Solitude Sweetened

by James Meikle, 1730-1799


To God, who rules in heaven and earth—belongs a supreme power, and undisputed sovereignty over men and angels. He who is the Creator and Preserver of all, may certainly dispose of all as he pleases. And because we have a near and dear interest in some things, it can never supersede God's better right both to them and us. He bestows blessings on us, at that we do not quarrel; but he removes them, and at this we murmur; yet his right to take is the same as to give. We may be afflicted—but we can never suffer injustice under his hand.

Much of our pain, and most of our disappointments in the world—rise from our circumscribed views of heavenly sovereignty. We think that God should follow that plan of government that pleases us best. Yet he gives not account of any of his matters, and still he does all things well.

Moses begins to deliver his brethren, and smites an Egyptian; yet sovereignty sends him forty years to a strange country, and adds forty years heavy bondage to the Israelites. The kindness of God sends Joseph into Egypt, to preserve his father's family alive; yet sovereignty sends him in such a way, that old Jacob seems to go mourning to the grave, and he who had been favored with the most heavenly dreams, dreams not a word all this time of his beloved son. Jephthah conquers his foes—but Providence meets him with a sharp trial in his only daughter, who, at best, must never be married. The favor of Heaven enriches Job—but sovereignty permits Satan to spoil him of all. David is anointed king—but before he comes to the throne, he is sometimes driven almost to despair of his life. The Jews have liberty to rebuild their temple, and yet, through the malice of their foes, it is retarded a long time. John, our Savior's forerunner, after baptizing thousands, loses his head through the malice of a lecherous woman. Josiah, one of the best kings, is slain in battle in the prime of his life. Zechariah is stoned to death for reproving, in God's name, the transgression of his law. And the apostles, who were the salt of the world, were hungry, thirsty, naked, buffeted, without habitation, made as the filth of the world, and the offscouring of all things! And all these things were ordered by divine sovereignty!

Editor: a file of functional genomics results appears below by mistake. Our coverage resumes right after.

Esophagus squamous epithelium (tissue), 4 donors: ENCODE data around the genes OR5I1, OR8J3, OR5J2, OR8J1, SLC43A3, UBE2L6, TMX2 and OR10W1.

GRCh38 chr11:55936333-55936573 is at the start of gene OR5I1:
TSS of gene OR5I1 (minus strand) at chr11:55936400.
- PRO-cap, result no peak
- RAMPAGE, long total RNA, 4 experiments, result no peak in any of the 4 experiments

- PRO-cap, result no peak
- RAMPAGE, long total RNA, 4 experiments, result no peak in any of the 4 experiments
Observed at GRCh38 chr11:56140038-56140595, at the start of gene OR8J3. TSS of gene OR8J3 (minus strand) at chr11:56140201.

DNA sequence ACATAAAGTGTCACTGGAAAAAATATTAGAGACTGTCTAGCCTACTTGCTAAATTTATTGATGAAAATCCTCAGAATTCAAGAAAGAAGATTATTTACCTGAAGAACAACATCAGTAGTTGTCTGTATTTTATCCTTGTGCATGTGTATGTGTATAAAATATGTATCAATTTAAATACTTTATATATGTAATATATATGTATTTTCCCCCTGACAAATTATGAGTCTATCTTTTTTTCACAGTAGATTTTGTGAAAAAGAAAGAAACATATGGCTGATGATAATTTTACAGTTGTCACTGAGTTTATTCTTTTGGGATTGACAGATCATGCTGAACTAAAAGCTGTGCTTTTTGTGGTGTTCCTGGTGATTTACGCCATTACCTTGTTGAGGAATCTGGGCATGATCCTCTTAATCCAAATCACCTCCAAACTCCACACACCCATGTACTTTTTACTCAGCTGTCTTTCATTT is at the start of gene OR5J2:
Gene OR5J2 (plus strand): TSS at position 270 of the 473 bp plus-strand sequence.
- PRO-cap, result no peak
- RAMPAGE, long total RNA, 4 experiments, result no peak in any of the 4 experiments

We allow that death must separate friends some time—but sovereignty will take from one parent the child of a span long; from another the weaned child; from a third a pretty boy; from another the promising youth; and from another the comfort of his hoary hairs. Into one family death never enters—but it flourishes up to manhood, and wholly survives the aged parents; into another family, death thrusts his iron hand, and carries one away; from a third family, he snatches a complete half of the dear little ones; and from a fourth family, he takes all but one; while from another family he takes one and all.

To give and take health and wealth, friends and relations, blessings and mercies—at his own time, and in his own way—is a part of the plan of God's government of the world. Therefore, we should always expect to be deprived of what we possess, in a moment; or to be showered with blessings suddenly. Could we commit all we have, all we are, and all we wish, into his sovereign hand, to do with them as he pleases, our concerns would be as secure, and our souls much more tranquil.

If in sovereignty God has passed by some—and chosen me to inherit a crown and kingdom, which in a few years I shall be possessed of forever. So what does it matter if he passes by me, and bestows the comforts of this present life on others—who in a few years must suffer eternal torments?

Though your providence should both perplex and pain me, I will never complain. I may sin in my desires—but you will not injure me in your wise determinations. It shall please me that you do all your good pleasure—and my will shall be swallowed up of yours.

I have forfeited every felicity; how then, can I expect to begin heaven on earth? The prospect of heaven may make me triumph over every trouble, every trial, every disappointment in time. In a little while, I shall be so happy that I shall almost forget that ever I had less felicity. Such is my confidence in your wisdom, such my dependence on your powerful arm, such my expectation from your fatherly kindness—that I acquiesce in all you do, and desire to be wholly at your disposal in all I am, in all I have, and in all I desire. What I know not now—why at such and such a time I lose a friend—why I meet with such and such a disappointment—why such and such a cross is laid on me—I shall know hereafter—that it was good for me that I have been afflicted. And when time is no more, I shall know that he has done all things well.